Members of the environmental club hope the seeds and saplings they plant will provide shade and sustenance for years to come and inspire future generations of students to continue this stewardship.
A recent $10,000 grant will help them create a permanent courtyard garden and an outdoor classroom.
Project Green began last year with classroom discussions about sustainability and soil depletion caused by conventional agriculture.
“A lot of them got scared,” biology teacher and club advisor Gretchen Contreras said. “We talked about resource depletion, which you don’t hear about it in the mainstream media. They asked, ‘What do we do now?’”
After learning how to grow potatoes in a lab, some students wanted to start a garden on the school grounds, and Project Green was born.
Contreras was joined by teachers William Witherill, Graham Hielwell, Teresa Sullivan, Sherry Klein and Denise Stoby in obtaining a $10,000 New Jersey Education Association Frederick L. Hipp Foundation for Excellence in Education grant for the project.
The grant includes funds for the student-run transition garden and an outdoor classroom with a roof. Walls made out cob, a mixture of mud, sand, clay and straw, will enclose the space.
At the groundbreaking ceremony June 8, students contributed their talents and skills, providing organic and locally-grown food, recycled art and music, a fashion show and a time capsule.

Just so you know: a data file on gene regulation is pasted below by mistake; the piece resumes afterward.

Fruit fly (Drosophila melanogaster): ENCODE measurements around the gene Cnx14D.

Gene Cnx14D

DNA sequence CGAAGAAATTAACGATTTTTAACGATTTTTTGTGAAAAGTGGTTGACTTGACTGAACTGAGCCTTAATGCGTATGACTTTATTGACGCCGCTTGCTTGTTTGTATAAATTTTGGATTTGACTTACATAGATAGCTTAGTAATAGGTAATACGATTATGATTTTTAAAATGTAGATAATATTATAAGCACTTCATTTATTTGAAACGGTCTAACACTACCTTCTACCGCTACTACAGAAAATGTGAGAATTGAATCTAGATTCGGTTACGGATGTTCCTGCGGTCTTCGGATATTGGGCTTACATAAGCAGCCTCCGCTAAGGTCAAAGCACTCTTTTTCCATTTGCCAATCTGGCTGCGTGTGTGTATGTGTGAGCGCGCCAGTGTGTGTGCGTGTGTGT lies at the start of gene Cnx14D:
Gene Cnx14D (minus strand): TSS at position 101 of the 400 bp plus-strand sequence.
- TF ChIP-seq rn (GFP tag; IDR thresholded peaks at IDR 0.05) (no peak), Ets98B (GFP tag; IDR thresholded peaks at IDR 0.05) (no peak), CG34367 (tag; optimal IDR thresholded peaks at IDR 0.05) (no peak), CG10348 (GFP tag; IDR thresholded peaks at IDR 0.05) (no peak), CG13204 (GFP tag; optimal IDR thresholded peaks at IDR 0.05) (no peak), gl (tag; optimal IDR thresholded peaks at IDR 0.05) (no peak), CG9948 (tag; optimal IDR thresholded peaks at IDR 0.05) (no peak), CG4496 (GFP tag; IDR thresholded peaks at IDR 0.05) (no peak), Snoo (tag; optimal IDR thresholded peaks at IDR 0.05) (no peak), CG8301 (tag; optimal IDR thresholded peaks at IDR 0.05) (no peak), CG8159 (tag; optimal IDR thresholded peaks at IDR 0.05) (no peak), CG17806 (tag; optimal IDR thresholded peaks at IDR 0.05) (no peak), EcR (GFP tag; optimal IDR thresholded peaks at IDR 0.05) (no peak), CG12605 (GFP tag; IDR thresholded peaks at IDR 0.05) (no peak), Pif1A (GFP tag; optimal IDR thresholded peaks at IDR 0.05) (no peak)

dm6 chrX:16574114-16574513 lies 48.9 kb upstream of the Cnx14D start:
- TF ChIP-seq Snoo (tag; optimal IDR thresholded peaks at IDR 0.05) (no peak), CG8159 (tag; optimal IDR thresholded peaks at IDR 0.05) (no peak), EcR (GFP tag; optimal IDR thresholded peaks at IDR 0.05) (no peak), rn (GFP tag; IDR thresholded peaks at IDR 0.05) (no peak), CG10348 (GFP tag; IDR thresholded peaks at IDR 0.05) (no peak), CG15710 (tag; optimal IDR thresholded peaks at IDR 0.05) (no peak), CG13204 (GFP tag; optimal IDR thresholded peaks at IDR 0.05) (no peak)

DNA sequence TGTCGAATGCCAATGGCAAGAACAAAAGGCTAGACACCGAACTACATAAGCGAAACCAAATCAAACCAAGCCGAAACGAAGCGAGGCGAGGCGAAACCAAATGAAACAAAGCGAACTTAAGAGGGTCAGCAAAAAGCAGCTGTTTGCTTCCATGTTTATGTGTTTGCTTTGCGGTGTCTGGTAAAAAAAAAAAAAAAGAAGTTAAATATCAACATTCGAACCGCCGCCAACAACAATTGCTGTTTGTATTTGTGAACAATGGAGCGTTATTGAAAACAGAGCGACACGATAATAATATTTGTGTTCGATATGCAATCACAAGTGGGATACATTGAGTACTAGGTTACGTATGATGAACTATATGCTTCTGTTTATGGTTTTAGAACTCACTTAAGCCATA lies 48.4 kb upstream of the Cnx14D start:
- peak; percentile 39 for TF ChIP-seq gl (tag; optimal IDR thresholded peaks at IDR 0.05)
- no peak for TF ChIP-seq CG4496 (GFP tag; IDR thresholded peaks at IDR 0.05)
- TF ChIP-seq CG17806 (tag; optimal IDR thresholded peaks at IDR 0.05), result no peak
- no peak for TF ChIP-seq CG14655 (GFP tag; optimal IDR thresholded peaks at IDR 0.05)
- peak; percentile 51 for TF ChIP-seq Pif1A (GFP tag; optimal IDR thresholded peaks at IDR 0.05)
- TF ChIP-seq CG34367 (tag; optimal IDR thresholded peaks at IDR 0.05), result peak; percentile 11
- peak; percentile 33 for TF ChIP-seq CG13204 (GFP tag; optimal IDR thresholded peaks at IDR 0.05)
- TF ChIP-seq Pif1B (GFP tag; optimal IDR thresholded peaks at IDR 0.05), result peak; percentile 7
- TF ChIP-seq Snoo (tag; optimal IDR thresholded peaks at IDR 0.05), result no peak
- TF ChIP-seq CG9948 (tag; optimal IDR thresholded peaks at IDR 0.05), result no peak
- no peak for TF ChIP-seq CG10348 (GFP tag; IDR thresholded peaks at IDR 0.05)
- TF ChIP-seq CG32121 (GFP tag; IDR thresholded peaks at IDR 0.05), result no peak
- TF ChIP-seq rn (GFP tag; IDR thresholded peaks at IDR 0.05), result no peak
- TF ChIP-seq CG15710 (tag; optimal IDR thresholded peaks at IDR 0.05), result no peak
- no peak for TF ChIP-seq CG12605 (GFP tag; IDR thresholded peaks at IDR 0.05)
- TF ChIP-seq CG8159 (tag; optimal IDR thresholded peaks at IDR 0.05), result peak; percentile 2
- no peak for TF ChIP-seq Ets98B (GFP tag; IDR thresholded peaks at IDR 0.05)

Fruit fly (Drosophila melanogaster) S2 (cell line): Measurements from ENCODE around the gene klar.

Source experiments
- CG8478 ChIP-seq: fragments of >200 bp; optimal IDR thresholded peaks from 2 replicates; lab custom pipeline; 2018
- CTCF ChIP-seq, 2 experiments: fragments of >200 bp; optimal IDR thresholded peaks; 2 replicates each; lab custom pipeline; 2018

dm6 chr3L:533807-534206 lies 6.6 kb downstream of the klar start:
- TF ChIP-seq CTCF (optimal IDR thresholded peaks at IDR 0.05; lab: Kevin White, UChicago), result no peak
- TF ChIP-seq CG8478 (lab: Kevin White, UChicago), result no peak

The group boasts about 50 members, but the Transition Garden will involve students in a variety of disciplines. Wood shop classes will work on solar dehydrators and benches, biology students will plant in the spring and harvest in the fall, and culinary arts students will utilize food grown in the garden.
Biology and history also intertwine in the garden, as a colonial plant section will include plants native to the area.
“The real ‘meat’ of the project is the food forest, which will not need much maintenance,” Contreras said. This includes fruit and nut trees, and other perennials.
The student-devised plan must be approved by the borough and obtain approvals from the fire inspector before moving ahead, but the group hopes to do some plantings this summer, Contreras said.
Other Project Green initiatives have included volunteering at the Live Wire Society thrift shop at the First Baptist Church and recycling efforts at the school to keep electronic items like cell phones out of landfills. An environmental rally by students in December 2011 near the Hightstown Public Library also resulted in conversations with about 40 members in the community.
Produce grown in the garden can be sold at the Hightstown Farmers Market on Fridays and donated to local food banks, keeping students closely linked with their community, Contreras said.
Samantha Gleich, 17, of East Windsor, got started with the group planting flowers and learning to grow potatoes. She will soon work on planting the central hazelnut tree for the food forest.
Now a junior, Gleich described her biology teacher, Contreras, as “one of the most inspirational people I’ve ever met” for opening her eyes to environmental issues.
“I’ve learned that we really need to remove our dependency on fossil fuels and find alternatives,” said Alex Jarama, 16, a junior from East Windsor. He helped run the groundbreaking festivities and looks forward to the first plantings.
“I’m glad summer’s here so we can get started,” he said.
Rebecca Connolly, 17, of East Windsor is finishing her junior year and has been involved in the club since its inception.
“Since I’m headed to college, this has pushed me toward environmental science and policy making, since I’m more aware of the different issues out there,” Connolly said.
Since the garden will hopefully be around for years to come, “I definitely want to come back and see how it turns out,” she said.